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Interviewing Online in the Digital Age … During a Pandemic!

Young woman having video call via laptop in the office

By Steve Longo | Contributor

To say the least, 2020 was certainly “different,” and we are hopeful that 2021 can present a much-improved atmosphere for interpersonal communication.  Over the past 10 months we witnessed ZOOM (and others like it) replace good old-fashioned face-to-face communication.

More and more of our Student-Clients are interviewing online, and I don’t believe that will change much moving forward. The pandemic has forced all channels of industry to use online communication more often, seeing it as a more efficient use of time and money.

I’m old school and I prefer speaking with people face-to-face for a number of reasons; interviewing in person ALWAYS provides a better opportunity for us to “shine.” The most important and ever elusive “personal connection” is muted in the online communication process.

During interviews, companies “check the box” on a number of different variables when considering a prospective candidate:  education, experience, personal interests, etc. However, it’s the intrinsic value and personal connection that prompts a company to extend the job offer. 

Which of the following would mostly likely occur?

“This candidate is qualified for this position, but I didn’t feel a connection with him. I question whether his personality will fit with our organization, let’s hire him!”

“This candidate doesn’t check ALL the boxes, but he is very dedicated and smart. I like him and I believe with some training, he would be invaluable to our company, let’s hire him!”

Personal connection is key to allowing employers to envision a place for you in their company.

With regard to interviewing, the most consistent challenge facing our Student-Clients is a lack of personal confidence…certainly understandable.  Most people find interviewing to be uncomfortable and some even find it to be absolutely terrifying!  You’re going to meet with a person who you have never met and be asked a number of questions that you don’t know are coming, and you’re supposed to be at ease with this most unnatural situation?  Let’s face it, interviewing is an unnatural experience, however, here’s some advice as to how you can put yourself into a better position to succeed.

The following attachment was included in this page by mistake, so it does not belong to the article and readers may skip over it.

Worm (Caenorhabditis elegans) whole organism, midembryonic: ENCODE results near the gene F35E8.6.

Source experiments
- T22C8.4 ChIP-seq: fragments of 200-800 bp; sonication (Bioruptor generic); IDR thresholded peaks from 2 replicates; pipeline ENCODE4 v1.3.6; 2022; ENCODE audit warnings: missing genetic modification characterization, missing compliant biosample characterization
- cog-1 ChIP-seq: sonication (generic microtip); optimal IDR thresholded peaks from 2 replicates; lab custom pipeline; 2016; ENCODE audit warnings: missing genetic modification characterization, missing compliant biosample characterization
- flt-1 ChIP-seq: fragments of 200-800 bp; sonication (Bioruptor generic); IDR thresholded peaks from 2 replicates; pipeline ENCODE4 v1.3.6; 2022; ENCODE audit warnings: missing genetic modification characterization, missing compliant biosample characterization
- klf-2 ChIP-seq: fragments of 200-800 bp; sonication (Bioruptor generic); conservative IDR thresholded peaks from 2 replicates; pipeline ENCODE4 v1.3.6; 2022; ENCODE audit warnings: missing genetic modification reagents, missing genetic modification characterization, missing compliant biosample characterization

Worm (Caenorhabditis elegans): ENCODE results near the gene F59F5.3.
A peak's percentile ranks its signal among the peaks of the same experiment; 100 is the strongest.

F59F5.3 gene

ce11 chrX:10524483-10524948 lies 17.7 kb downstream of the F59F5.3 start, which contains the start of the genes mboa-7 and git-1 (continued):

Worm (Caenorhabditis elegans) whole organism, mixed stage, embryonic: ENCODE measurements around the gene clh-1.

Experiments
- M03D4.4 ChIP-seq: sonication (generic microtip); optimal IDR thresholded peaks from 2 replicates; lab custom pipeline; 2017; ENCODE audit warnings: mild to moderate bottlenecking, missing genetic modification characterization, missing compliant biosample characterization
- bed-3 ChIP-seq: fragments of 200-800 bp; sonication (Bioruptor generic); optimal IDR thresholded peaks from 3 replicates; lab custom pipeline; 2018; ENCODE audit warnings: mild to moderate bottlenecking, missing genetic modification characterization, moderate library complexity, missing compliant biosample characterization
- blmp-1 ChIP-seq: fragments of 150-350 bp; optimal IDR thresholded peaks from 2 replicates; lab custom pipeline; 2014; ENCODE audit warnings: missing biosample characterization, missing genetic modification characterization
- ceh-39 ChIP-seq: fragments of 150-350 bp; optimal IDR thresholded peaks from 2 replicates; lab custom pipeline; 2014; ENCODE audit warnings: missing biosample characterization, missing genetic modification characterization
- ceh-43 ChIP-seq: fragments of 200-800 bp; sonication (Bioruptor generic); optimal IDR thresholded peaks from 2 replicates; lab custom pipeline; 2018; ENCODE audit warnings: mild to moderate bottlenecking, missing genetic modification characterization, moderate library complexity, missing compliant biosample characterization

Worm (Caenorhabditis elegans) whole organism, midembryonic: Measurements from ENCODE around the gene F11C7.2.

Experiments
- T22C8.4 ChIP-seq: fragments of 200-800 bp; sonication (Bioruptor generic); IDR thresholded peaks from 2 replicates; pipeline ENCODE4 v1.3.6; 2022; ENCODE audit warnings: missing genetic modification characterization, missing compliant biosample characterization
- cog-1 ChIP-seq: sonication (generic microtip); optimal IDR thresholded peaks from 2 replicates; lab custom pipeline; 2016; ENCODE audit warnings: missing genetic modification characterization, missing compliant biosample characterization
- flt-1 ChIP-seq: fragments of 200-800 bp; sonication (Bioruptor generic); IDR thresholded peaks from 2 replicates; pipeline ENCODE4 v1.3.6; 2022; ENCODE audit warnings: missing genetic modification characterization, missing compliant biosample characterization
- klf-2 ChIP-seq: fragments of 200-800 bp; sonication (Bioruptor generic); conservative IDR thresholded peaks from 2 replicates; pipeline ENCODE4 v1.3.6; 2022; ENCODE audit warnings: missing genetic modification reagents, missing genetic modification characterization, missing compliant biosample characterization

The Ballpark

With an online interview, you’re at your home ballpark. Set your computer at a height that shows your profile in the best light. Generally speaking, looking up someone’s nose is “not a good look” so have your laptop pointed downward at you.  Background is important—make sure what the interviewer sees is appropriate and business-like. Set it up, then do a practice run and have someone else critique the set up. Wear business attire and look business appropriate.  Because it is an online interview, you may post notes behind the screen on the wall to assist you with thoughts you want to make sure and mention during the interview.

Interview Preparation

Whether interviewing online or in person, you don’t know what questions will be asked, so we suggest you provide and practice answers for the following 5 questions:

  1. Tell me about yourself.
  2. What is your best asset?
  3. What is your predominant liability?
  4. Why do you want to work for this company?
  5. Why should we hire you?

At NextStep, we spend hours preparing and working with our Student-Clients on answering these 5 questions (and many other common interview questions). If you can answer these, you can most likely answer anything they throw at you. Research the company’s website…especially the ABOUT US tab. Understand the culture of the company and how it relates to your own values.  Have a few questions ready for the interviewer. They will ask if you have questions and “no” is not acceptable.  Prepare questions that are benign but relatable: “How do you see your industry growth in the near future?” “I am intrigued by the philanthropy efforts of the company, what is it you most value?”

Most importantly, your last question should be about what the next step in this process will be, AND you should convey that you are very interested in the role. Companies want to hire people who show they want to work for them.

Self Preparation

Learn to understand and acknowledge that you can control ONLY what YOU have control over. You won’t know the interviewer or the questions, however, if you prepare properly, you’ll be more at ease. I can state without reservation that the more interviews you do, the more confident you will become with the process.  Remember that companies always hire “the person” not the resume.

NextStep College to Career Coaching, LLC is a Texas-based company designed to empower college students and college graduates with the required skills and knowledge to be successfully employed in the marketplace. For more information, visit www.nextstepC2C.com or call 972-804-1200.

ABOUT THE AUTHOR:
Steve Longo is Managing Partner at NextStep College to Career Coaching, LLC, which is a Texas-based company designed to empower college students and college graduates with the required skills and knowledge to be successfully employed in the marketplace.

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